“Long years ago, we made a tryst with destiny, and now the time comes when we shall redeem our pledge, not wholly or in full measure, but very substantially. At the stroke of the midnight hour, when the world sleeps, India will awake to life and freedom.”
Triumphs to celebrate…
A deepening of democracy, the ever-strengthening success of our parliamentary form of government, rule of law, people’s faith in the democratic process and institutions, are the most resounding achievements of independent India.
In the last seven decades, India has come a long way: from a poor country that ranked low on key development and performance metrics to a fast-developing economy that’s growing at a quicker pace than many developed nations. The first signs of a truly democratic nation was exemplified by Shyam Saran Negi,thefirst person to cast his vote in thefirstgeneral election held in October 1951 – part of a 47.7 percent voter turnout. Notably, India was one of the first countries to give women the right to vote.
“At the dawn of history India started on her unending quest, and trackless centuries are filled with her striving and the grandeur of her success and her failures. Through good and ill fortune alike she has never lost sight of that quest or forgotten the ideals which gave her strength. We end today a period of ill fortune and India discovers herself again.”
There are many milestones that mark the regeneration and rediscovery of India. In the fields of technology and science, there is the launch of the Mars Orbiter Mission (MOM) or Mangalyaan, on 5th November 2013, by ISRO - the Indian Space Research Organisation.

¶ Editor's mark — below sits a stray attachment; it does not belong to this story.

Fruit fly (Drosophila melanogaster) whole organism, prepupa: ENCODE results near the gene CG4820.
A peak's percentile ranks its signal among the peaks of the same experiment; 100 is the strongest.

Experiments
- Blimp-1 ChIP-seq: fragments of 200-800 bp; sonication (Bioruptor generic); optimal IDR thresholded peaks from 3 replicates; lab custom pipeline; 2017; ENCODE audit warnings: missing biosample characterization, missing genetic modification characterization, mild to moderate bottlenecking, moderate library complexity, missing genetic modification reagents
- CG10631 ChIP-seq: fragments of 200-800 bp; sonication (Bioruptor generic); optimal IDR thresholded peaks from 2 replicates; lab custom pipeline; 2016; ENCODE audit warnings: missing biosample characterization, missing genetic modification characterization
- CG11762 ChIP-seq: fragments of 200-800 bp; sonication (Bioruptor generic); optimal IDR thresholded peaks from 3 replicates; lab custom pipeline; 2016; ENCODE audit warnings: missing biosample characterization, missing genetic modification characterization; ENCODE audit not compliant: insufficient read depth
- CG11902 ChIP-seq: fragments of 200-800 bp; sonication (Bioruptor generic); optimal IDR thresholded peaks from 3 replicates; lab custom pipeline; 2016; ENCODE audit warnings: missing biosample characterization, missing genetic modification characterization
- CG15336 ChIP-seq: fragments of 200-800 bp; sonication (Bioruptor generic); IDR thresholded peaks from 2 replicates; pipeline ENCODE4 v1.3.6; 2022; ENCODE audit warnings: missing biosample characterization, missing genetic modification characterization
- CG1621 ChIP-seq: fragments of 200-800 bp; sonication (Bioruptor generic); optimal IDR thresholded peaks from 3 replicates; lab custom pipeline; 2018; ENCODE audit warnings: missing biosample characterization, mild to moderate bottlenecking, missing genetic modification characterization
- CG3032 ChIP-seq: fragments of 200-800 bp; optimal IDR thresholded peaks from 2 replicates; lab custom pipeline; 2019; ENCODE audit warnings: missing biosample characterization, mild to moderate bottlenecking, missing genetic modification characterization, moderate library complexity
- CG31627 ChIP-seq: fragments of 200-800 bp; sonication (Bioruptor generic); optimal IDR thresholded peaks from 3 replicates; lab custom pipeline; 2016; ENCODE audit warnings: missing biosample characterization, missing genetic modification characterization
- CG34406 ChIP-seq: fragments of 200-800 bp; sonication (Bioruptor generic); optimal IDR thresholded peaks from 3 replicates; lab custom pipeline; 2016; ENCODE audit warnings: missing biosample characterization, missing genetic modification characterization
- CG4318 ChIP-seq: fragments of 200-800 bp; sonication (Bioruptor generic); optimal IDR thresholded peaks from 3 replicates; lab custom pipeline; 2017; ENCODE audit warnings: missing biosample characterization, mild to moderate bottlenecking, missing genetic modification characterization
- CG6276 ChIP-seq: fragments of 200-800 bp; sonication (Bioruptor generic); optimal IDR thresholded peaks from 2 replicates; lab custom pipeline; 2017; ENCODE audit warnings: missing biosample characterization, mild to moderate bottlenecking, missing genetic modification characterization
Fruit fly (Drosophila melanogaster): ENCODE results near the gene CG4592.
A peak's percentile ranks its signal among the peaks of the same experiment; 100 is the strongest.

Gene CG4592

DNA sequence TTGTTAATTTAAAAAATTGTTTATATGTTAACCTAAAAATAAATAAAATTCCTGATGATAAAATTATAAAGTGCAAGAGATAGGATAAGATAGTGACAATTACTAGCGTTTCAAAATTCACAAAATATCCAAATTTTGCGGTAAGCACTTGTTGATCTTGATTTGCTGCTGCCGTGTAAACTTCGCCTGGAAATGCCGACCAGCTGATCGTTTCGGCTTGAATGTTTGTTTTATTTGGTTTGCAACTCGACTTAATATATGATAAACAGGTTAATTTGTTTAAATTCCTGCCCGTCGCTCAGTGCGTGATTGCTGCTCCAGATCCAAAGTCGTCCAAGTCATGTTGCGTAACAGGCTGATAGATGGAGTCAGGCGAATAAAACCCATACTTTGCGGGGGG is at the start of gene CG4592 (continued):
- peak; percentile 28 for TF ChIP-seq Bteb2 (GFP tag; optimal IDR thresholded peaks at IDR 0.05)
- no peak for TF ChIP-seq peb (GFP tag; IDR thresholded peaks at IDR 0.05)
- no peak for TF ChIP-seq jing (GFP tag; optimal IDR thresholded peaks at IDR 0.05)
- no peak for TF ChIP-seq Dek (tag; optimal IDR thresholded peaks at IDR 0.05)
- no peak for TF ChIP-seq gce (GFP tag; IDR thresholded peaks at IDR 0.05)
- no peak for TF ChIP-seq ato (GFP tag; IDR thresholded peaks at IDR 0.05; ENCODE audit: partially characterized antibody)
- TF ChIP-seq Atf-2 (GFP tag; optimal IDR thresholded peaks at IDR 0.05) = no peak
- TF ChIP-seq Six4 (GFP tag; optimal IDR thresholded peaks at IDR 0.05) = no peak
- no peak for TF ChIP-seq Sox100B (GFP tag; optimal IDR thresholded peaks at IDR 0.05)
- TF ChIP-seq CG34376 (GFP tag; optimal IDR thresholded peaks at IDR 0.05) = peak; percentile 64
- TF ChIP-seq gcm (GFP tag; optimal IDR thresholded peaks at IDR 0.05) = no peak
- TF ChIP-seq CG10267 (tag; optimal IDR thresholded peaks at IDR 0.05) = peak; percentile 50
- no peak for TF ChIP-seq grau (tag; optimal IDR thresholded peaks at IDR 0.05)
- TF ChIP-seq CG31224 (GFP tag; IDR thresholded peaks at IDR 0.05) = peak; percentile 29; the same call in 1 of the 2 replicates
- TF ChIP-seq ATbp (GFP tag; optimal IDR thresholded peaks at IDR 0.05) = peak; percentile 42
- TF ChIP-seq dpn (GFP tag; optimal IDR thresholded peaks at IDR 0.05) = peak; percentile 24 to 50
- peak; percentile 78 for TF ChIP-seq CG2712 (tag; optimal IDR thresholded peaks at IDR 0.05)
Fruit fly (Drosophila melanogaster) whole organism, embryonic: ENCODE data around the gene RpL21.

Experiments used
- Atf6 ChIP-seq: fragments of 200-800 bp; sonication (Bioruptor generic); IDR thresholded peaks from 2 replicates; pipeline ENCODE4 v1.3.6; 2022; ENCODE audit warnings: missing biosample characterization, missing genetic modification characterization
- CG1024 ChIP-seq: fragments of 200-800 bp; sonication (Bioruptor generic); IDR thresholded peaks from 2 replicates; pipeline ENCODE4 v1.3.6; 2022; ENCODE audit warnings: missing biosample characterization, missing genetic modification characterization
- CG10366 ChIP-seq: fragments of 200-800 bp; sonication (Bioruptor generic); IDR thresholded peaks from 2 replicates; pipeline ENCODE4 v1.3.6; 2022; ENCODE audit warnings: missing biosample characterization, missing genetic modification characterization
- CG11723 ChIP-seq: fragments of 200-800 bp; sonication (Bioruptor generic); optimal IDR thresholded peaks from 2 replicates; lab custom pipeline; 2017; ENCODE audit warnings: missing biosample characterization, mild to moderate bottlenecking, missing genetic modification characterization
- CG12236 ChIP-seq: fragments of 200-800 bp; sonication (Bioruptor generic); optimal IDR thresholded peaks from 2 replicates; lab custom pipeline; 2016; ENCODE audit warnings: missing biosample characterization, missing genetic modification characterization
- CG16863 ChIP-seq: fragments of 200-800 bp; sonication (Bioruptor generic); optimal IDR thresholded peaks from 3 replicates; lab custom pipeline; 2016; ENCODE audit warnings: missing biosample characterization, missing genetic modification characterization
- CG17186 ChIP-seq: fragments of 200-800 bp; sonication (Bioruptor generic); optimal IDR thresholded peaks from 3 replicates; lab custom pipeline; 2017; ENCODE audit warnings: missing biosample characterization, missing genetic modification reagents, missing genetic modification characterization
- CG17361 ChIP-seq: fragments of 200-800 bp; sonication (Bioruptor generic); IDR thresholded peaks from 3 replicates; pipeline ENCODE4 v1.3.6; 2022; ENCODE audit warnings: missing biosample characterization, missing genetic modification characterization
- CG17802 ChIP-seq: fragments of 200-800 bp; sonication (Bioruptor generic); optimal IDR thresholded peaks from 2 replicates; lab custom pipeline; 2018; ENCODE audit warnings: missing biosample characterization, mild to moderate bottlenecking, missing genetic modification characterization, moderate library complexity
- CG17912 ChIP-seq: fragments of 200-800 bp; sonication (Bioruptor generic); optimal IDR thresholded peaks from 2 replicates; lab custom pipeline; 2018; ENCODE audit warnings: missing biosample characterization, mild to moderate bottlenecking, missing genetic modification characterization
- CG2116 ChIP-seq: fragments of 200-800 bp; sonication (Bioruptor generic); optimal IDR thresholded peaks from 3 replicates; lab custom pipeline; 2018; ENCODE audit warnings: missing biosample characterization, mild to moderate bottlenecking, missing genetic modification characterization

Where education is concerned, India is home to over 1.3 billion people of which 73.04 percent are literate. A very big accomplishment for a developing nation. Yet, when India opted for a democratic form of government in 1947, giving the right to vote to all Indians, the developed world (that is the West) was sceptical about “Illiterates running Parliament” since the literacy rate in 1951 stood at meagre 18.3 percent… a major joke at the time. We have truly come a long way since then…
The rapid growth of telecommunication is India is quite awe inspiring. Till the mid-80s, getting a telephone line was a aspirational dream for the majority of Indians. A 10 – 20 year wait for a telephone line was nothing out of the ordinary in urban centres. In the villages of India, access to a phone was an unrealistic dream! But, what a change there has been in this scenario…
In less than two decades, India has transformed herself into the second largest connected country in the world, by the number of telephone users (both fixed and mobile phone). India's telecommunication network has over 1.153 billion subscribers as of May 2018…enabled by mega telecom operators, and the hyper-competition among them, the country offers the lowest call tariffs in the world. India also has the world's second-largest Internet user-base, with 432 million internet subscribers in the country.